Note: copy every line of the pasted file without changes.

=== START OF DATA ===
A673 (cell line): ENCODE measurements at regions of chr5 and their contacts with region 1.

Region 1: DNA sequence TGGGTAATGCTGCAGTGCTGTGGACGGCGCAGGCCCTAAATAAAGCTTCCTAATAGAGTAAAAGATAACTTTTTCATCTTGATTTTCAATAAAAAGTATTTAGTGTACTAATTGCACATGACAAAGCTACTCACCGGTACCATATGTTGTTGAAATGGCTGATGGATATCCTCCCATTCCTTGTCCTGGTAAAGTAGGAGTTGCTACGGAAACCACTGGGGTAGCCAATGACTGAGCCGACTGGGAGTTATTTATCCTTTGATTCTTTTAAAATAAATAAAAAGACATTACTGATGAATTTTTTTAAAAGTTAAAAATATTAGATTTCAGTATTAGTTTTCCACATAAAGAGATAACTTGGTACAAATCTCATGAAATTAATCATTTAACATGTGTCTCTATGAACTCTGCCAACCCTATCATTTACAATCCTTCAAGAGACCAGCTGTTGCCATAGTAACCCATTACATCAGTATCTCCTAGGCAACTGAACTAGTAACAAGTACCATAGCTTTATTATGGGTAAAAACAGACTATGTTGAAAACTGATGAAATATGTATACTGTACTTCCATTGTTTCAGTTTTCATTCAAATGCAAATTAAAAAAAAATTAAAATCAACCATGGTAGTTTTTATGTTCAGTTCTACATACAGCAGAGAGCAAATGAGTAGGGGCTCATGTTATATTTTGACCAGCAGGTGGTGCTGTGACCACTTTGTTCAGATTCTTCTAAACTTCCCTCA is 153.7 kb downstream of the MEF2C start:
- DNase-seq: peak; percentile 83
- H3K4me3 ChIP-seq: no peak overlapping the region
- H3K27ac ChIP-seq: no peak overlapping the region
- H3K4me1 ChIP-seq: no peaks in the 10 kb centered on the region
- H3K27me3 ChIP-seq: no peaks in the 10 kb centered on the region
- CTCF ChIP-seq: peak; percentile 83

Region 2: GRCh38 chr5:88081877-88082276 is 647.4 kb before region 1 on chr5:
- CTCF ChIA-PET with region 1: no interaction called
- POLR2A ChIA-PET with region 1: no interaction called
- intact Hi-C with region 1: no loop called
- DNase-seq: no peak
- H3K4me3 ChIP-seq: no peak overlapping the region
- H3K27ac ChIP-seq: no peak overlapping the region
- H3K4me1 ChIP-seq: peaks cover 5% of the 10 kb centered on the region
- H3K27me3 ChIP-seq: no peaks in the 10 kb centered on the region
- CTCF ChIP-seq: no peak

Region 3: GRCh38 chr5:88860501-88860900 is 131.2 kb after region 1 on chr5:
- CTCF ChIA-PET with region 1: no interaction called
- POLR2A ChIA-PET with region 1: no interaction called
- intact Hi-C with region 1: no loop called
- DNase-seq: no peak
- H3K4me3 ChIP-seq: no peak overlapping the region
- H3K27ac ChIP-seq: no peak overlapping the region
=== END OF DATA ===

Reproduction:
A673 (cell line): ENCODE measurements at regions of chr5 and their contacts with region 1.

Region 1: DNA sequence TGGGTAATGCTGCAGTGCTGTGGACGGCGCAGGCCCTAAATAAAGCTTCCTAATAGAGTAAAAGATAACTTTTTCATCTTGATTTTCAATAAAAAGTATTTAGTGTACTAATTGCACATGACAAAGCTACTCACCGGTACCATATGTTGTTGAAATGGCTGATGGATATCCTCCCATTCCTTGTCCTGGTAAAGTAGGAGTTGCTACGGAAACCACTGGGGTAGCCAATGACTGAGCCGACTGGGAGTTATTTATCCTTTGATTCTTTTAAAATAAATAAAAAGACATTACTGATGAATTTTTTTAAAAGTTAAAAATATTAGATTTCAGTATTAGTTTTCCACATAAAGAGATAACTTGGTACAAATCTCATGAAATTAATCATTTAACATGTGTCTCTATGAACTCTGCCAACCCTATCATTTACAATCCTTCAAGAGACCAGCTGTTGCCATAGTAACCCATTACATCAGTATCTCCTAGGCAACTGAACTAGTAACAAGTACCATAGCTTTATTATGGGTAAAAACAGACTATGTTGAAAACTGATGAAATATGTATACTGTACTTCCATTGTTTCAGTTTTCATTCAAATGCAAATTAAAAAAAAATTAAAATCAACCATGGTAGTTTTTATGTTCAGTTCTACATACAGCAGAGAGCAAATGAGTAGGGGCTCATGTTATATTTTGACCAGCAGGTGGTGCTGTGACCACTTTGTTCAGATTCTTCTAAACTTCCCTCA is 153.7 kb downstream of the MEF2C start:
- DNase-seq: peak; percentile 83
- H3K4me3 ChIP-seq: no peak overlapping the region
- H3K27ac ChIP-seq: no peak overlapping the region
- H3K4me1 ChIP-seq: no peaks in the 10 kb centered on the region
- H3K27me3 ChIP-seq: no peaks in the 10 kb centered on the region
- CTCF ChIP-seq: peak; percentile 83

Region 2: GRCh38 chr5:88081877-88082276 is 647.4 kb before region 1 on chr5:
- CTCF ChIA-PET with region 1: no interaction called
- POLR2A ChIA-PET with region 1: no interaction called
- intact Hi-C with region 1: no loop called
- DNase-seq: no peak
- H3K4me3 ChIP-seq: no peak overlapping the region
- H3K27ac ChIP-seq: no peak overlapping the region
- H3K4me1 ChIP-seq: peaks cover 5% of the 10 kb centered on the region
- H3K27me3 ChIP-seq: no peaks in the 10 kb centered on the region
- CTCF ChIP-seq: no peak

Region 3: GRCh38 chr5:88860501-88860900 is 131.2 kb after region 1 on chr5:
- CTCF ChIA-PET with region 1: no interaction called
- POLR2A ChIA-PET with region 1: no interaction called
- intact Hi-C with region 1: no loop called
- DNase-seq: no peak
- H3K4me3 ChIP-seq: no peak overlapping the region
- H3K27ac ChIP-seq: no peak overlapping the region